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Wed Nov 13, 2019, 12:57 PM

20 ingredients for a frugal pantry


20 ingredients for a frugal pantry
Katherine Martinko, November 13, 2019

Nothing exotic here, but it's all practical, versatile, and nutritious.

If you want to save money on food, there are a few things you need to know. First, you have to start making everything from scratch. No more eating out, because that's where costs can really spiral out of control. To ensure this, it's best to have a meal plan and a well-stocked pantry, so you're not tempted to succumb to takeout as soon as things get hard.

This leads to my second point, which is to stock your pantry in a particular way. Just having loads of food in it doesn't guarantee cost savings or even delicious meals. You need to have the right ingredients, and if your primary goal is to save money, these have to be frugal ingredients.
Not all ingredients are created equal! I have gone into the same grocery store and spent $300 on a week's worth of food for five people, while other weeks I've kept it under $150. It depends entirely on what you choose, and some ingredients give you a lot more bang for your buck than others. Now, based on my personal experience, here's what I think you should keep in your pantry if your goal is to save money.

1. Basmati rice: A cheap, filling side dish or main that cooks quickly and keeps for a few days. It's great fried with veggies after being chilled.

2. Sweet potatoes: Hearty carbs that are delicious roasted and eaten as leftovers for lunch.

3. Lentils and/or chickpeas: Soup, stew, chili, or salad, a good filler in ground meat dishes, can handle a range of spices.

4. Black beans: Great protein source, good in Mexican food, chili, soup, or as a base for eggs.

5. Frozen fruit: Use in smoothies, desserts, stir into oatmeal or baked goods.

6. Fresh spinach: A sturdy green that keeps for a long time in the fridge, it's great in salads, stirred into soups or curries, blended into smoothies.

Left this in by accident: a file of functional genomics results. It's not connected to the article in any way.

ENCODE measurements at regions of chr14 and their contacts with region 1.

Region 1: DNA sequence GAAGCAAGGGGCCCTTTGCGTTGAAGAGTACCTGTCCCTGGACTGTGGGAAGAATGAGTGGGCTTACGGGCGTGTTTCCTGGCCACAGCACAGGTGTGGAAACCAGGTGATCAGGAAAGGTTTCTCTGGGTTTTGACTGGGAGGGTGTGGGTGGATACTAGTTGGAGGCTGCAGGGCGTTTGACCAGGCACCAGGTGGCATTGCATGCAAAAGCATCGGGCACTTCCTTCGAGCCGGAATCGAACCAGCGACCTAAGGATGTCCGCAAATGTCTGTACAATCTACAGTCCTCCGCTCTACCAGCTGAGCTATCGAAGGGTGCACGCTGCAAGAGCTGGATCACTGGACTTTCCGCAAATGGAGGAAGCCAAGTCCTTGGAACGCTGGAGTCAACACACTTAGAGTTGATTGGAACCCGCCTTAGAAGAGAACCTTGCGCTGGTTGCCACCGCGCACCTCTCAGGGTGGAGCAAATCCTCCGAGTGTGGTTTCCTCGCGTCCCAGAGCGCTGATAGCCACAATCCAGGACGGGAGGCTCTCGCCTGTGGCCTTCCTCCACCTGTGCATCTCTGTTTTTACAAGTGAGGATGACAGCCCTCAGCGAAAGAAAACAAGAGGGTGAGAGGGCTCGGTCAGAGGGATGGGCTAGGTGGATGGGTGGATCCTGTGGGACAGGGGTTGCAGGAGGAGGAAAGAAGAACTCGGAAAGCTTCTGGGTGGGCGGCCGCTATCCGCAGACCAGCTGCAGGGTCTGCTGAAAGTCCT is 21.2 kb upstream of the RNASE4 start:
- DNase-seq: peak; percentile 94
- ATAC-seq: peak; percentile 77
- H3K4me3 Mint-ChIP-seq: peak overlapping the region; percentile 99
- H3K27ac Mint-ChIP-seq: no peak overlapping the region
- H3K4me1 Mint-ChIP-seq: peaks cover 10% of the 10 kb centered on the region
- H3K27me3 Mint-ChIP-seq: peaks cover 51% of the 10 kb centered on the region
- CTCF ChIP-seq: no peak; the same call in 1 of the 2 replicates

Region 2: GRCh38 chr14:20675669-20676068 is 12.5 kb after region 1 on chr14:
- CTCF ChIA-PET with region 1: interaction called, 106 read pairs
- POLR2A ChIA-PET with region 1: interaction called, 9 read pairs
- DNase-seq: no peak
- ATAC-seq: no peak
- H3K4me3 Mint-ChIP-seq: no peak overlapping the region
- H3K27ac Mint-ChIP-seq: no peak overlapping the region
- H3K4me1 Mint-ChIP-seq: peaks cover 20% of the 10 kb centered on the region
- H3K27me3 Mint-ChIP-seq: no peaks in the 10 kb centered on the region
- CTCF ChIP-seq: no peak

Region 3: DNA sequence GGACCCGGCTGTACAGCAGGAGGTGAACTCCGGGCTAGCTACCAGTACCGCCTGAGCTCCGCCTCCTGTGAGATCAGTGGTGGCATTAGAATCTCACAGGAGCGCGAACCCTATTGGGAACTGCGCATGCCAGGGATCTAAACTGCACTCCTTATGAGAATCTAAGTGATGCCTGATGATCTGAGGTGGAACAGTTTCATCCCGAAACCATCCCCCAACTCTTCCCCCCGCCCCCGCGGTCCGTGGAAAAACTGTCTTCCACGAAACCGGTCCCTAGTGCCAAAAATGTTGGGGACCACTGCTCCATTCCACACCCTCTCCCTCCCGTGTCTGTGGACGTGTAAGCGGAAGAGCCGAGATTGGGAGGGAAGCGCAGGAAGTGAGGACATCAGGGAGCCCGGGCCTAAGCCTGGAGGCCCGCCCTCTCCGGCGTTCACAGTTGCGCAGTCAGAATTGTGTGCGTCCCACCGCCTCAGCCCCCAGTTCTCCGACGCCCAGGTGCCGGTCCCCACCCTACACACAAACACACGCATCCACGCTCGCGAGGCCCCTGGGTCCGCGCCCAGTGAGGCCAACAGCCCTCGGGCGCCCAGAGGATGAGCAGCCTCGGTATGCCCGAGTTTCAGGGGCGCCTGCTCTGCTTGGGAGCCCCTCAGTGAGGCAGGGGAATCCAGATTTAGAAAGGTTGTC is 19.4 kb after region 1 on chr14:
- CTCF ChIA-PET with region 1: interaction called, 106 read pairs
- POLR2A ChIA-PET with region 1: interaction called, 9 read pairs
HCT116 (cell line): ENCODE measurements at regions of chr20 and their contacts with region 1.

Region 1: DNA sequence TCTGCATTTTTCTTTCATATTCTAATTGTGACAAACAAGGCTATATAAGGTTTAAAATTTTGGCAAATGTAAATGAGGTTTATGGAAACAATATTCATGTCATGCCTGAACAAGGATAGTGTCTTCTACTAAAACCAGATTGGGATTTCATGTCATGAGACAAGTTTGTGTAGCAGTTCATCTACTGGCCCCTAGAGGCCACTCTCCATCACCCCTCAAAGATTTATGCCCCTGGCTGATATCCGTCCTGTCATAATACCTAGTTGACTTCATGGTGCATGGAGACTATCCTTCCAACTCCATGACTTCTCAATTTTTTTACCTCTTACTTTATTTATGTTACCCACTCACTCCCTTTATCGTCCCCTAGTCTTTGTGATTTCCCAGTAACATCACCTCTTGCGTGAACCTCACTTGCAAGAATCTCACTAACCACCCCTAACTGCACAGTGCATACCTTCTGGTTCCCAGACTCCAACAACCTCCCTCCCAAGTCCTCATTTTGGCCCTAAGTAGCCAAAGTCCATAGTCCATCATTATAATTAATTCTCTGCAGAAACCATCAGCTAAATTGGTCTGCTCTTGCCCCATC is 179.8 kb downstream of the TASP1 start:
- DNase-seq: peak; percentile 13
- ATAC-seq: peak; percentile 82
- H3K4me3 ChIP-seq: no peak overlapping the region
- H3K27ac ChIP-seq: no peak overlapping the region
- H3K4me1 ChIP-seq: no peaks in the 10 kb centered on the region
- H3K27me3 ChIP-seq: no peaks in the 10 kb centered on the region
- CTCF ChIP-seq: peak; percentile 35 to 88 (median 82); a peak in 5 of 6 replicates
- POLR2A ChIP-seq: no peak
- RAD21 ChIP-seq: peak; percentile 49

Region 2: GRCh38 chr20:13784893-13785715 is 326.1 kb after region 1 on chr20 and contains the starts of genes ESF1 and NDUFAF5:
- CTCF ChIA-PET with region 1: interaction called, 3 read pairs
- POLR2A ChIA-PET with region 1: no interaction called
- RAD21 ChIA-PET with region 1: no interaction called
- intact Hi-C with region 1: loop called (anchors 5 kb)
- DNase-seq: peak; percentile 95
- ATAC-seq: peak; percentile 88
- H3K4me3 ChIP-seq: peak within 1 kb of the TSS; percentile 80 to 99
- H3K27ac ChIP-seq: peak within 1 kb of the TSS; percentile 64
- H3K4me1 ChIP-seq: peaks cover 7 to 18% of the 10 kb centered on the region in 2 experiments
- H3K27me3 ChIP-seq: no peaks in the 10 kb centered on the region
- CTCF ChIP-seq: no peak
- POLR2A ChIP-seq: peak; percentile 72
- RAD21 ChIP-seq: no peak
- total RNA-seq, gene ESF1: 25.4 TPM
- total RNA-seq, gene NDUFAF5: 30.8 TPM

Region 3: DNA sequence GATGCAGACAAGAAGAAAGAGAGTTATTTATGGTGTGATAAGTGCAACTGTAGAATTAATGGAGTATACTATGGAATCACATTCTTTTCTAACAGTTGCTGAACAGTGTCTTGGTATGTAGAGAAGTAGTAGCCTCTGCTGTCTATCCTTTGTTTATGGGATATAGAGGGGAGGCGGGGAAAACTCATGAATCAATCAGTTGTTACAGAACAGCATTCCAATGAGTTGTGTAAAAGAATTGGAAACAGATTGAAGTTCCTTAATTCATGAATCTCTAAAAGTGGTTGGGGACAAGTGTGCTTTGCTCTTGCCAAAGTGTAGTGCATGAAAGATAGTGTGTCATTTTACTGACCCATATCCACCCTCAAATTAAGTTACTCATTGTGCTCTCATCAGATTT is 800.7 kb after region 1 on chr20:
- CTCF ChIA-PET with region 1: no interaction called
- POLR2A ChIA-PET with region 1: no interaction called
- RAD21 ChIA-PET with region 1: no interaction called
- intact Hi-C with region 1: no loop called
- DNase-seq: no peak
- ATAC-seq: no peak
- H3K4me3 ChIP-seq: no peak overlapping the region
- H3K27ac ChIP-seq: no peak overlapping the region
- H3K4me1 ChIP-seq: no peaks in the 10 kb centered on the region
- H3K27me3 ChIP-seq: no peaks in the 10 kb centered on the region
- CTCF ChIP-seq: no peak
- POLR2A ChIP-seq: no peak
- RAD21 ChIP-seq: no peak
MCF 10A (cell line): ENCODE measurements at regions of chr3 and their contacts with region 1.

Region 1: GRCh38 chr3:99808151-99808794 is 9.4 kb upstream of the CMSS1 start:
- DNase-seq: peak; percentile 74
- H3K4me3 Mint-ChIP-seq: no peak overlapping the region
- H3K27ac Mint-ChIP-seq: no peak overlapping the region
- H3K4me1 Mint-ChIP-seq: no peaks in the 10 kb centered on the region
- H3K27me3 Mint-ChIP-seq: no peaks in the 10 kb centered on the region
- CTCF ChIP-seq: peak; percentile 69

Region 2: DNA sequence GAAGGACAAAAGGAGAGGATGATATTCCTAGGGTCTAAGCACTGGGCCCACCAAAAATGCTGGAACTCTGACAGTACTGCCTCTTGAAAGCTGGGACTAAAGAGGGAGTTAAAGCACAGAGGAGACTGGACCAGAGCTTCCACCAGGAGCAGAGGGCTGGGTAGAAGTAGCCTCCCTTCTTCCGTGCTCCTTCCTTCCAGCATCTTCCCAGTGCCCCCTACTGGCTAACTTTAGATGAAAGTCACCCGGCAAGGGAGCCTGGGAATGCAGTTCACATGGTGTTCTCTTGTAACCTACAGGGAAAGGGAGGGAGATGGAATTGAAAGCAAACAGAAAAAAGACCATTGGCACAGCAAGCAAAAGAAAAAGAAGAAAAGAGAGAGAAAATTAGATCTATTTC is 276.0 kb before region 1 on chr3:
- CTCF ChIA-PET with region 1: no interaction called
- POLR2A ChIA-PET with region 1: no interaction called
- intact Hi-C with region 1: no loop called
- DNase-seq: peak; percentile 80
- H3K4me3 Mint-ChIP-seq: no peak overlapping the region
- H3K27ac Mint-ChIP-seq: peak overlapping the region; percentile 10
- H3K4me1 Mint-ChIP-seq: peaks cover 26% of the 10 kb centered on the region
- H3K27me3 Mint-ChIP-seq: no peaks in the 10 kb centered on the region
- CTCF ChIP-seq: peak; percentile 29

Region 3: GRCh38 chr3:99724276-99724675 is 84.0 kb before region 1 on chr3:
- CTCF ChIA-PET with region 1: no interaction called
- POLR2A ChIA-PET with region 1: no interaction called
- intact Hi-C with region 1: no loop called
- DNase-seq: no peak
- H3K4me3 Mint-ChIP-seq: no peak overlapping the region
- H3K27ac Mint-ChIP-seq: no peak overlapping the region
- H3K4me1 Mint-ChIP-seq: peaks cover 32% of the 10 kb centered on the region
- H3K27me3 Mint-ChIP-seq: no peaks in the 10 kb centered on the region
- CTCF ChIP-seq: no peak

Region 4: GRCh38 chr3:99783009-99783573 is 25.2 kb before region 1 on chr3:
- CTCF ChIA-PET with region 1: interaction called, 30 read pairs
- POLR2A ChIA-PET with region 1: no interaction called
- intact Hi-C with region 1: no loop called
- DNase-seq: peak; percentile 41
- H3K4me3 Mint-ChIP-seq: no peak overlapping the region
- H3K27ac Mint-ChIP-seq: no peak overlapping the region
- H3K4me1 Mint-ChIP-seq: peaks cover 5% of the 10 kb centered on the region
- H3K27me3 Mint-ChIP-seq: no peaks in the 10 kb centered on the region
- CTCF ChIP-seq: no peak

7. Cheese: Expensive at regular prices, but cheaper than meat, and you can often find it on sale and freeze. Buy 1-lb blocks of Cheddar and mozzarella, and use it to top burritos, pizzas, eggs, and more. Avoid the expensive, 'fancy' cheeses.


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Reply 20 ingredients for a frugal pantry (Original post)
NeoGreen Nov 13 OP
True Blue American Nov 13 #1
underpants Nov 13 #2
procon Nov 13 #3
enough Nov 13 #4
pengillian101 Nov 13 #6
Backseat Driver Nov 13 #5

Response to NeoGreen (Original post)

Wed Nov 13, 2019, 01:02 PM

1. I just made a big pot of Vegetable soup

With ingredients from my pantry and fridge. Very inexpensive..

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Response to NeoGreen (Original post)

Wed Nov 13, 2019, 01:04 PM

2. 👀

Reading later

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Response to NeoGreen (Original post)

Wed Nov 13, 2019, 01:44 PM

3. Most of my homemade soups cost me almost nothing.

Almost free soup is something I learned from my grandma. It starts by saving most of your kitchen "waste" and throwing it in your soup bag in the freezer.

Save all the veg and fruit peelings, the ends and cores, leaves, stems, everything. Also save the bits of left over cooked veggies, the limp veggies, and the overripe fruits no one will eat. All this so called waste will form the base of a hearty soup, used either alone for veg stock, or cooked with the meat scraps.

Also collect raw meat scraps in a separate freezer bag with all the unwanted bits and trimmings, bones, juices, fat, gristle, and marrow. If your family are big meat eaters you can separate the meat scraps by animal, otherwise toss everything in together for a deeply flavored, rich tasting stock for you next soup or stew base.

Absolutely save poultry carcasses, ham bones and large bones from roasts, ribs or legs. These will cook down, about 3 hours braising in a Dutch oven or 50 minutes in a pressure cooker. Strain off all the solid pieces, all the goodness has been rendered into the liquid so they can be trashed now. The end results should be a rich, concentrated stock with that desired jelly like consistency for a delicious soup.